Reuters blog archive
from Tales from the Trail:
The comment aligned Santorum with a lineup of conservative critics bashing Democratic President Barack Obama's rule requiring religious institutions -- but not churches -- to provide health insurance plans that cover birth control.
The rule, announced in January, covers religious-affiliated groups like charities, hospitals and universities. The Catholic Church opposes most methods of birth control and conservatives have painted the rule as an attack on religious freedom from a secular president.
Speaking to CNN's John King, the former Pennsylvania senator said: "That's the Church's money, and forcing them to do something that they think is a grievous moral wrong. How can that be a right of a woman? That has nothing to do with the right of a woman."
Regular attendance at religious services is associated with a more optimistic outlook and a lesser inclination to be depressed, compared to those who do not attend services at all, according to a recently published study.
The study's findings supports previous research that religious participation can promote psychological and physical health -- and reduce mortality risks -- possibly by calming people in stressful times, creating meaningful social interactions and helping curtail bad habits.
A majority of American Roman Catholics feel strongly about the sacraments and traditional church values such as caring for the poor, but they may not agree with the church teachings on topics such as abortion, same-sex marriage and maintaining a celibate, male clergy, a survey has found.
The "Catholics in America" survey of Roman Catholics published by the National Catholic Reporter found 86 percent said Catholics can disagree with aspects of church teaching and still remain loyal to the church.
The Episcopal Church's diocese of Nevada sought to calm an uproar over a former Benedictine monk who admitted sexual indiscretions with a parishioner before he was ordained an Episcopal priest by Bishop Katharine Jefferts Schori, who is now leader of the 2.3 million member U.S. church.
"It looks to me like she handled the situation by the book," Bishop Dan Edwards said of Jefferts Schori's actions regarding Fr. Bede Parry, a church organist and former Episcopal priest.
A survey of 3,000 Americans by the Public Religion Research Institute found 42 percent said the terms "pro-choice" and "pro-life" both described them well, illustrating the complexity of the abortion issue in the minds of many.
People who criticise gay sexual relations for religious or moral reasons are increasingly being attacked and vilified for their views, a Vatican diplomat told the United Nations Human Rights Council on Tuesday.
Archbishop Silvano Tomasi said the Roman Catholic Church deeply believed that human sexuality was a gift reserved for married heterosexual couples. But those who express these views are faced with "a disturbing trend," he said.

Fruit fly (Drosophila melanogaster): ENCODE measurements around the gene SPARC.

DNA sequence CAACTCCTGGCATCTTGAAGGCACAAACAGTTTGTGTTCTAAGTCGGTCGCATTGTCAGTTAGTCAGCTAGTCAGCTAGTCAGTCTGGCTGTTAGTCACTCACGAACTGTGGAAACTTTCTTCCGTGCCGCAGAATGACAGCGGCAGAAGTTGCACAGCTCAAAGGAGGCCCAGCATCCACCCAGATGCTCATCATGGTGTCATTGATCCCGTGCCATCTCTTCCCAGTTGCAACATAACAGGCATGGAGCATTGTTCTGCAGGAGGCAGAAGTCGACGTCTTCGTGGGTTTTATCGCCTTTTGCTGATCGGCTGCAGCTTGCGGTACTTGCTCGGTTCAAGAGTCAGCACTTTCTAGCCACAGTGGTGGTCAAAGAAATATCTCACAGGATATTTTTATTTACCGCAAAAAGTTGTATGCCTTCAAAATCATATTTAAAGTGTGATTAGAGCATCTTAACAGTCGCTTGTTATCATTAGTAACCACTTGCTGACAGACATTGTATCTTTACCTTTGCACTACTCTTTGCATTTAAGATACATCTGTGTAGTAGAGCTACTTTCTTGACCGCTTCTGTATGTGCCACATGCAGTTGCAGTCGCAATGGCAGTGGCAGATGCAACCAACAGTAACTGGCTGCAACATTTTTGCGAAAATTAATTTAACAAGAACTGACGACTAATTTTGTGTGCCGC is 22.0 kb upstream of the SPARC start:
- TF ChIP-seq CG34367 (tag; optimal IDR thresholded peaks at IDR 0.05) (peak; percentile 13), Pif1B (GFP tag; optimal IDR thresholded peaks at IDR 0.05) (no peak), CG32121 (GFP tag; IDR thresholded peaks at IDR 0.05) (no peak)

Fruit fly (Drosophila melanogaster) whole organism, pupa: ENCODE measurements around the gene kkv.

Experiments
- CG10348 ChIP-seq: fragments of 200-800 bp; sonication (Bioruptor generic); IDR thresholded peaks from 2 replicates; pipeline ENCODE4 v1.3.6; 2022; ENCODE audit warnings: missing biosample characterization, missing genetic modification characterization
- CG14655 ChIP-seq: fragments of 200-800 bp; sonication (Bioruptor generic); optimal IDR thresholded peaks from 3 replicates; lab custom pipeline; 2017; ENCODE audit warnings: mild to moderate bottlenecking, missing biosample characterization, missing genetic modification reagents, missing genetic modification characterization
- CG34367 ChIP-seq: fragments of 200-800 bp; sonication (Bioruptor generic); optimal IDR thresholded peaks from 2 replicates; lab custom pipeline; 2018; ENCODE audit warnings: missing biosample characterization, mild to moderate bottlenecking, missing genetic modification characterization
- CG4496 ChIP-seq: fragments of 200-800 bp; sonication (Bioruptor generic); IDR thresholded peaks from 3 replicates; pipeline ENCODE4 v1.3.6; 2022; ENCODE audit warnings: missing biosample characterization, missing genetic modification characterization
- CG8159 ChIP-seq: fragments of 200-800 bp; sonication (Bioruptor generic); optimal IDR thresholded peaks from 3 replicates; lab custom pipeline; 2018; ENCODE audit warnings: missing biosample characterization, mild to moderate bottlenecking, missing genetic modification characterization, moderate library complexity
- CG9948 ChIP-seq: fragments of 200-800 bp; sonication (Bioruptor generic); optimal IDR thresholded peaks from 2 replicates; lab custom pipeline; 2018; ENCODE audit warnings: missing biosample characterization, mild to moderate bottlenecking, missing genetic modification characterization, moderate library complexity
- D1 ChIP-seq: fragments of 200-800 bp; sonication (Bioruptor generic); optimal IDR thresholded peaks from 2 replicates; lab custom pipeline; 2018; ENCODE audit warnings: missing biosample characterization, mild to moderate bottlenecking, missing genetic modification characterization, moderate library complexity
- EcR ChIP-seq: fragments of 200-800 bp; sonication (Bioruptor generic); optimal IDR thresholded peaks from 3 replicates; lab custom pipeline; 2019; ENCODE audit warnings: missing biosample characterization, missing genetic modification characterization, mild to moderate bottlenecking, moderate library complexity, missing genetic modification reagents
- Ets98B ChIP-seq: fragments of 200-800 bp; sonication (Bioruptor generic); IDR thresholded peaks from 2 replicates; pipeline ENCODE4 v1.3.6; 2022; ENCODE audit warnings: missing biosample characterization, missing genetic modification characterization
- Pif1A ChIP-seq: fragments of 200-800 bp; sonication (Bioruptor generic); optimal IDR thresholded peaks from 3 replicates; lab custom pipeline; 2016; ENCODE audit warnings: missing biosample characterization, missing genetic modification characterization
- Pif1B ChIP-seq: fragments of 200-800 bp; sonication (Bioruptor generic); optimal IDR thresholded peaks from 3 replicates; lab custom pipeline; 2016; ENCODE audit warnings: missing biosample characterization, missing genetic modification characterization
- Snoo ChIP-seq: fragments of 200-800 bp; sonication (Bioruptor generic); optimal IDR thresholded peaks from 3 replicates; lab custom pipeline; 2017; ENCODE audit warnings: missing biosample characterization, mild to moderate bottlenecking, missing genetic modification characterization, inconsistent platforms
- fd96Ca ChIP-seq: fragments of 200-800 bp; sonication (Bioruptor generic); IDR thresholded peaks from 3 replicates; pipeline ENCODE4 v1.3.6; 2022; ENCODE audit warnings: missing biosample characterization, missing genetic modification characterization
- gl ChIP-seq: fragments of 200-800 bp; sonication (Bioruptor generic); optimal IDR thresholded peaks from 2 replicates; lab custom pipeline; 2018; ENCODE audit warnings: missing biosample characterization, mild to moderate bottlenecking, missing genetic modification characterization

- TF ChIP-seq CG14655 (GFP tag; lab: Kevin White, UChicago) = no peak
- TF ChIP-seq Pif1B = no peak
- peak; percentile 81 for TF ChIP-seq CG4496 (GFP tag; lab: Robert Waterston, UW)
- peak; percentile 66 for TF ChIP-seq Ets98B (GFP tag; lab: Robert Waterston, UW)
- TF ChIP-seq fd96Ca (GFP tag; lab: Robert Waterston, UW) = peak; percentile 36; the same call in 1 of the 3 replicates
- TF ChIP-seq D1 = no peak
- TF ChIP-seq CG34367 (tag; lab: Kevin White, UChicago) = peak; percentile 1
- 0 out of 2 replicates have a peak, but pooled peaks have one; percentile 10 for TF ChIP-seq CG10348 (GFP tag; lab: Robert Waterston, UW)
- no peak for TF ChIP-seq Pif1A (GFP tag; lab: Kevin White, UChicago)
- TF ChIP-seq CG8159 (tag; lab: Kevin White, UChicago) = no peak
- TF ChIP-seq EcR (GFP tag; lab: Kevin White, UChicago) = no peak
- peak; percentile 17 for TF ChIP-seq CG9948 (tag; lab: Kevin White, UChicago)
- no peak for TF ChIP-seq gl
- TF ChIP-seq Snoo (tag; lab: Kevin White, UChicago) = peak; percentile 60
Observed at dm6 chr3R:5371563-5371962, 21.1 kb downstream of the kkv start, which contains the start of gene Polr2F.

In spite of, or perhaps because of, Roman Catholic church teachings condemning homosexuality, many lay Catholics in the United States be more accepting toward same-sex relationships than the general public, a new survey found.
“The big finding here is that American Catholics are at least 5 points more supportive than the general population across a range of gay and lesbian issues,” said Robert Jones, chief executive of the Public Religion Research Institute, which conducted telephone surveys of 3,000 Americans.
(Photo: Belgian Cardinal Godfried Danneels at a parliamentary committee hearing on child sexual abuse in the Belgian Catholic Church, in Brussels December 21, 2010./Francois Lenoir)
Belgium's former top Roman Catholic bishop told a parliamentary inquiry on Tuesday into the sexual abuse of children by clerics that he was not responsible for other Belgian bishops.
Belgium's lower house set up the inquiry to examine an issue that has rocked the Catholic Church worldwide and resulted in hundreds of victims coming forward. Widespread sexual abuse of minors by Belgian clerics drove at least 13 victims to suicide, a Church commission said in September, recording 475 cases.
The use of condoms to stop the spread of AIDS may be justified in certain cases, Pope Benedict says in a new book that could herald the start of sea
change in the Vatican's attitude to condoms.
In excerpts published in the Vatican newspaper L'Osservatore Romano on Saturday, the pope cites the example of the use of condoms by prostitutes as "a first step toward moralization" but says that condoms were "not really the way to deal with the evil of HIV infection."
Cost to the taxpayer seems to be the latest target for protesters when Pope Benedict comes to town. After a lively debate about the price the public had to pay for his visit to Britain in September, Spanish protesters have picked up the torch with complaints about the estimated 3.7 million to 5 million euros the state will spend on logistics and security for the pope. And this at a time when Spain is burdened with 20 percent unemployment and is struggling to emerge from recession and austerity measures that have slashed public sector wages.
“I think it’s bad, I mean really bad, to spend so much money on a guy who comes, gives a speech, stays an hour and leaves,” said Pedro Barral Gonzalez, 18, in Santiago de Compostela, the city in northwestern Spain that the pope visited on Saturday.